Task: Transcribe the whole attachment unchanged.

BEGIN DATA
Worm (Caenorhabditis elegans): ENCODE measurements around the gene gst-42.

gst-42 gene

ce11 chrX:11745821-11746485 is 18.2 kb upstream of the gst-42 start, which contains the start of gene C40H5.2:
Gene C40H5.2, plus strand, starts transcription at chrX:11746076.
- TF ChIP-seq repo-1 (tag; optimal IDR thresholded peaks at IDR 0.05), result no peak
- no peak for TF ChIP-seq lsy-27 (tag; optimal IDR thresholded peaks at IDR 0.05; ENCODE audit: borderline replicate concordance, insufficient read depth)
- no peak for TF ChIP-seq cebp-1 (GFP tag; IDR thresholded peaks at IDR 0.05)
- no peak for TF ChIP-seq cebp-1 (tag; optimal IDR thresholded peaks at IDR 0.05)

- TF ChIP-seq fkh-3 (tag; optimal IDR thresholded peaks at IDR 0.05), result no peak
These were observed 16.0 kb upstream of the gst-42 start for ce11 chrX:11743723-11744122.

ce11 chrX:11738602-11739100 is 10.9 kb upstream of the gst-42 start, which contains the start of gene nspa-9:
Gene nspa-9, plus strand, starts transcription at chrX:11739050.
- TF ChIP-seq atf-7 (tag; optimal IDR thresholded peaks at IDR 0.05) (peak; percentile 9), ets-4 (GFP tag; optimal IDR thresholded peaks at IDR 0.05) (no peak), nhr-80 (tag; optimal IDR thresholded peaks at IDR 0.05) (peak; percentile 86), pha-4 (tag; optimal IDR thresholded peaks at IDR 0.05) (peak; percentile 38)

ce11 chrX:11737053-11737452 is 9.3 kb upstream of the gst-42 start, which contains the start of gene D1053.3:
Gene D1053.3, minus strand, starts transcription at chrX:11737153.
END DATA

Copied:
Worm (Caenorhabditis elegans): ENCODE measurements around the gene gst-42.

gst-42 gene

ce11 chrX:11745821-11746485 is 18.2 kb upstream of the gst-42 start, which contains the start of gene C40H5.2:
Gene C40H5.2, plus strand, starts transcription at chrX:11746076.
- TF ChIP-seq repo-1 (tag; optimal IDR thresholded peaks at IDR 0.05), result no peak
- no peak for TF ChIP-seq lsy-27 (tag; optimal IDR thresholded peaks at IDR 0.05; ENCODE audit: borderline replicate concordance, insufficient read depth)
- no peak for TF ChIP-seq cebp-1 (GFP tag; IDR thresholded peaks at IDR 0.05)
- no peak for TF ChIP-seq cebp-1 (tag; optimal IDR thresholded peaks at IDR 0.05)

- TF ChIP-seq fkh-3 (tag; optimal IDR thresholded peaks at IDR 0.05), result no peak
These were observed 16.0 kb upstream of the gst-42 start for ce11 chrX:11743723-11744122.

ce11 chrX:11738602-11739100 is 10.9 kb upstream of the gst-42 start, which contains the start of gene nspa-9:
Gene nspa-9, plus strand, starts transcription at chrX:11739050.
- TF ChIP-seq atf-7 (tag; optimal IDR thresholded peaks at IDR 0.05) (peak; percentile 9), ets-4 (GFP tag; optimal IDR thresholded peaks at IDR 0.05) (no peak), nhr-80 (tag; optimal IDR thresholded peaks at IDR 0.05) (peak; percentile 86), pha-4 (tag; optimal IDR thresholded peaks at IDR 0.05) (peak; percentile 38)

ce11 chrX:11737053-11737452 is 9.3 kb upstream of the gst-42 start, which contains the start of gene D1053.3:
Gene D1053.3, minus strand, starts transcription at chrX:11737153.